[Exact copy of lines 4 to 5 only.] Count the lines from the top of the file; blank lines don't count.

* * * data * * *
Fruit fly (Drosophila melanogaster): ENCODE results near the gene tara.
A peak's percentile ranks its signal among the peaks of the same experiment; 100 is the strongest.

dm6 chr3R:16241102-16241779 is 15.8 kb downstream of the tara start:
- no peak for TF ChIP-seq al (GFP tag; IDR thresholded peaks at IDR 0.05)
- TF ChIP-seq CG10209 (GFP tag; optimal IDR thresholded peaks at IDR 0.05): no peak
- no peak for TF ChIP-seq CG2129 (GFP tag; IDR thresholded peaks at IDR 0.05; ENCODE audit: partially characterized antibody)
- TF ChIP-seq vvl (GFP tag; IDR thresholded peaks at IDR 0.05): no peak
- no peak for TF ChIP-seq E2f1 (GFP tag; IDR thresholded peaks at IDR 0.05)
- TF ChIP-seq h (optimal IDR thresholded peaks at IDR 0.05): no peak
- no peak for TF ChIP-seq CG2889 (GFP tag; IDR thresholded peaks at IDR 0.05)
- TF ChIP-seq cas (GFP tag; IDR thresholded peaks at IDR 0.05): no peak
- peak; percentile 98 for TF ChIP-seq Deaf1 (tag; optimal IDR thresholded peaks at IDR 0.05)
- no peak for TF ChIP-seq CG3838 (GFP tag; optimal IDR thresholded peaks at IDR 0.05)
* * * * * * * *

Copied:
- no peak for TF ChIP-seq al (GFP tag; IDR thresholded peaks at IDR 0.05)
- TF ChIP-seq CG10209 (GFP tag; optimal IDR thresholded peaks at IDR 0.05): no peak